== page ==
What are the merits of this approach? On paper, using the best systems for each niche ought to yield the best results. I compare it to grocery shopping. You go to the big chain supermarket for cereal, milk, and butter, the somewhat smaller organic chain for free range chicken, and the neighborhood farmer’s market for produce. Each shop yields the best cost-value ratio for your culinary needs.
The problem is coordinating transportation, logistics, and compliance in an automated environment is not as simple as putting a meal together. Butter from a chain supermarket, for example, talks pretty well to chicken from an organic store and carrots from the farmer’s market.
It takes a lot more behind-the-scenes work to make a TMS from a specialty TMS vendor talk to a GTM system from a compliance software specialist. It’s what the big enterprise vendors sell all the time — we’ve got all these solutions under the umbrella of a system you’re already using, so why leave the umbrella?
But the reality is system integrations are becoming less of a burden all the time. That’s not to say it won’t be a lot of work to integrate systems from two different vendors with an ERP from a third vendor. But most specialty vendors now understand the cloud-deployed software-as-a-service model on which they rely for ease of implementation and integration is a key selling point.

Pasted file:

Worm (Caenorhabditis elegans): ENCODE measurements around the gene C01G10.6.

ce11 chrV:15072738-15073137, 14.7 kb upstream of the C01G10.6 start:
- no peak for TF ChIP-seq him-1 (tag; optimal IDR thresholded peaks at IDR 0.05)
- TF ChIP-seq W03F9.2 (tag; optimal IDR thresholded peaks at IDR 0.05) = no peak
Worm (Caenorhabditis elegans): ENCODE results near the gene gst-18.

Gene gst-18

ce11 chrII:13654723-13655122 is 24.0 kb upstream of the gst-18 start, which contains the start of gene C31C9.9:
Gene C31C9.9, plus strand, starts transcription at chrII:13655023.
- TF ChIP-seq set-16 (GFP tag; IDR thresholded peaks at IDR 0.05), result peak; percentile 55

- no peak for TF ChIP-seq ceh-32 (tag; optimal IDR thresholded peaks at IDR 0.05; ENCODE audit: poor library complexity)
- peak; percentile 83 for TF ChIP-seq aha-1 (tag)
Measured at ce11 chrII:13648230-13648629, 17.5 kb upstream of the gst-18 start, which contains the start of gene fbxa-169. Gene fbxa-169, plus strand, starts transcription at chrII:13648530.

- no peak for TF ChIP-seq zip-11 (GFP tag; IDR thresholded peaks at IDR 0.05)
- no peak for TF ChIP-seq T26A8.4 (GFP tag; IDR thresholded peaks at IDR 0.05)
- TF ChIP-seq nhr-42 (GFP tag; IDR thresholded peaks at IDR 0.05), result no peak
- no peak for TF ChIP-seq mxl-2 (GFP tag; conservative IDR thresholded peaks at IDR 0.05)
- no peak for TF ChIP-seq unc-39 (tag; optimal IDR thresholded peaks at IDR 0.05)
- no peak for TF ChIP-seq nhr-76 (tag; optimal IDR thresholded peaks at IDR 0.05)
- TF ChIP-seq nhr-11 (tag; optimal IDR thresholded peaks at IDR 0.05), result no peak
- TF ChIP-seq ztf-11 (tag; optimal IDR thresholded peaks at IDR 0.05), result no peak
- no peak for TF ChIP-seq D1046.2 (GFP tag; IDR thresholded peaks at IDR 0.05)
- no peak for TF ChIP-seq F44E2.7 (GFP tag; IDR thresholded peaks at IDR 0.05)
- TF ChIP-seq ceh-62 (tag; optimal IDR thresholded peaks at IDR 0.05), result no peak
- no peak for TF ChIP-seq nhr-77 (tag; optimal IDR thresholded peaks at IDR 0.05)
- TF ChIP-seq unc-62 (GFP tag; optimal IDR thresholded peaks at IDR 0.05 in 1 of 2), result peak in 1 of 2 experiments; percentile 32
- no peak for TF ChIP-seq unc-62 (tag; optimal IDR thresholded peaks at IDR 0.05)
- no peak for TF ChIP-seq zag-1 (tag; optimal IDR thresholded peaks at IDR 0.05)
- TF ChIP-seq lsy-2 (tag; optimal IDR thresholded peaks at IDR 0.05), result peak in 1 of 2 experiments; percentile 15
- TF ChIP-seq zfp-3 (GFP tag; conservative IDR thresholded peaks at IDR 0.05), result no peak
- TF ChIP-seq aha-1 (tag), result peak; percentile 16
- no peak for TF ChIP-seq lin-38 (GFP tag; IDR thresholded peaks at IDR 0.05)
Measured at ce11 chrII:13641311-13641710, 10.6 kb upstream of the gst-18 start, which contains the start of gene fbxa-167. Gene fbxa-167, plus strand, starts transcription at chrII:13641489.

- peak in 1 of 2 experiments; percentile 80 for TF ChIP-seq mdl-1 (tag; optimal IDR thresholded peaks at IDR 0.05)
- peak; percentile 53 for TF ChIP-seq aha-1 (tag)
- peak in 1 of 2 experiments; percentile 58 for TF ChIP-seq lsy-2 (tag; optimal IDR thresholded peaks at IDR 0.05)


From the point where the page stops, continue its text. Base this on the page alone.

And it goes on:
And that’s what makes the “rip off the Band-Aid” approach so compelling. The shipper we spoke with sounded exhausted and somewhat exasperated, but also undoubtedly excited. It’s a grueling exercise to take on multiple system implementations at once, but it also avoids the slow drip of tackling these in a phased approach over many years. It also eliminates the need to go back to the board to ask for additional money each budget cycle.
Most of all, there’s synergy in integration. As each system is deployed, the key considerations about communication between systems are addressed. So you can almost address the situation as one large integration, rather than a series of teeth-pulling integrations over the course of several years.
When you step back and think about it, doesn’t it make sense to ensure the TMS and GTM system are feeding the visibility system in precisely the way you want them to? And what better way to configure that arrangement than to work from a clean slate and build everything together?
Look, there’s no guarantee this approach will work for this shipper. If you work with three vendors at once, chances are there will be a hiccup or delay with one. Odds are things won’t go as smoothly in real life as they might have done in your head.
But assuming your company has freed up the funds to invest in multiple systems, and assuming you have the appetite to undergo a complicated, multi-faceted implementation, and assuming you’re hell bent on using best-in-class vendors for each area of your business, using the “rip off the Band-Aid” approach could yield more gain for your pain.